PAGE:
Oct. 3, 2022
By Debra Lekanoff
Special to The Seattle Times
If we want to solve the challenges that are sitting right before us, we sometimes need to act with a vision that looks much farther down the road. We need to make generational commitments.
Washington state continues to face one of the most significant crises of our lifetimes in the degradation of Pacific Northwest salmon. The salmon, whose numbers have been plummeting for decades, are now in some places facing extinction. Once the salmon are gone, the very foundation of Pacific Northwest Native American culture, laws and values will be irreparably damaged.
I stand before you as the only Native American in the Washington state Legislature. I’m asking your spirits and hearts to make the right choices to avoid salmon extinction.
Together, we can urge collaboration from the state, local governments, tribes, Congress and the Biden administration to act. Together, we can ensure a prosperous future based on our Washington state values of protecting the environment and economies.
Living our traditional ways of life is a Native right that depends on whether we make this generational commitment. It will take a shift in perspective that includes applying a salmon revitalization lens to our lawmaking and policy decisions.
The Pacific Northwest tribes once had salmon in our smoke houses and freezers all year around. When the tide was out, our table was set with salmon, seaweed and shellfish, and the forests were full of a balance of elk, deer, bears, cougars and owls.
That life we knew is no longer what it was due to real life impacts of policy decisions. But our sacred responsibility is grounded in our salmon and their role in our culture, values and laws. Salmon are the very foundation of sustainability that grounds our Pacific Northwest way of life, our economies and our future for seven generations and beyond.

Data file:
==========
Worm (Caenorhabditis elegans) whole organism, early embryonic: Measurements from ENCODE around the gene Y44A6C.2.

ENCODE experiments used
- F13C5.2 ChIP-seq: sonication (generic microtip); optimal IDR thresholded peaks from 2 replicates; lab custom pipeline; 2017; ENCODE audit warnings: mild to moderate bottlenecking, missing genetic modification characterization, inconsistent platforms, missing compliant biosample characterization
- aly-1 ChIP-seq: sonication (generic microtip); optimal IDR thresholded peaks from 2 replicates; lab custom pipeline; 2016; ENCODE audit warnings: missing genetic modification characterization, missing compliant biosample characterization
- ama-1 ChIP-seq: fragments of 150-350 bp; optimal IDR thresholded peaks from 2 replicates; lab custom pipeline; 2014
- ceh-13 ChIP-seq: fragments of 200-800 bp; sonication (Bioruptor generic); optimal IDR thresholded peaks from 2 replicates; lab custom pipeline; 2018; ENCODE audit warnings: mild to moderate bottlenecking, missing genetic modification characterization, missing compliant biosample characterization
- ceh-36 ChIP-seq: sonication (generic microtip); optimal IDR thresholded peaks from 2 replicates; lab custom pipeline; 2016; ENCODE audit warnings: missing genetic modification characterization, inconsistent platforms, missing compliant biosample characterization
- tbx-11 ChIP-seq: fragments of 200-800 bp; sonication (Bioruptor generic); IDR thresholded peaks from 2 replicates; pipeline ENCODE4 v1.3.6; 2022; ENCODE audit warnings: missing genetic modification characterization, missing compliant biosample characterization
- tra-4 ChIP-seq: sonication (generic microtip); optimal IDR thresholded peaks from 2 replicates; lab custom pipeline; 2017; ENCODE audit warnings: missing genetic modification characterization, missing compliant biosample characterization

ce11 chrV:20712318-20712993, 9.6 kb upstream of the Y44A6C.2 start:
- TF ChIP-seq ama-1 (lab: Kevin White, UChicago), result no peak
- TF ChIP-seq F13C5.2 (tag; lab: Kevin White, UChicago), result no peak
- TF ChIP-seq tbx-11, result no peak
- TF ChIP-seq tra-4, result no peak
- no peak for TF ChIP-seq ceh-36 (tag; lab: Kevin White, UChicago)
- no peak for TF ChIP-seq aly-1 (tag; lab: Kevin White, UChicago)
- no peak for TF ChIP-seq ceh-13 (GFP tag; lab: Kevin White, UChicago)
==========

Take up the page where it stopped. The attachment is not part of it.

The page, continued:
That’s why I’m working in the Legislature to make salmon restoration a policy and budget priority for the 2023 session — for the generations to come.
That’s what U.S. Sen. Patty Murray and Gov. Jay Inslee had in mind when they recently released recommendations for a comprehensive salmon solution in the Columbia River Basin. It’s focused on generational planning to ensure salmon do not go extinct on their watch.
Part of that work is underway. U.S. Sen. Maria Cantwell already worked hard to secure $2.8 billion for habitat restoration and fish passage improvements. Those efforts are critical. There are also $1 billion worth of backlogged recovery efforts that must be moved to the front burner.
Gov. Inslee and Sen. Murray have also created a path forward for breaching the four dams on the Lower Snake River. The National Oceanic and Atmospheric Association recently released a report noting what Native people have said for years: We need to breach the four dams on the Lower Snake River to prevent salmon extinction. Gov. Inslee and Sen. Murray are now focusing on the services that must be replaced before the dams are breached.
I believe we can do that before the decade is out, and possibly sooner.
We need to replace the energy the dams provide with non-extinction sources like wind and solar. We need to replace the grain transportation that those dams make possible through barging with rail service. We need to ensure that Washington’s world-class farmers have the water they need through new irrigation sources.
This is all doable. And it can be funded through the Infrastructure Investment and Jobs Act as well as the Inflation Reduction Act.
Solving the immediate crisis of salmon decline and extinction calls us to apply a salmon perspective to all we do. As we think about, and make policy decisions for energy — we think about salmon. As we think about agriculture — we think about salmon. As we think about communities from the Idaho border to the Pacific — we think about salmon. As we work with tribes — we think about salmon.
Salmon have always been the foundation of Pacific Northwest Native ways of life. And they always will be. Unless we, as a region, decide it’s OK to fail them.
Solving our immediate salmon challenges requires generational commitments. We have leadership in the state, in Congress and in the executive branch who are eager to carry it out.
If we don’t, we lose the fish that have sustained this region for millennia. As a state legislator, as a Native woman and as a mom, I cannot and will not let that happen. And I’m calling on you to join me.
Debra Lekanoff is a Tlingit tribal member who represents the 40th Legislative District in the state House of Representatives. The district includes San Juan County as well as parts of Whatcom and Skagit Counties.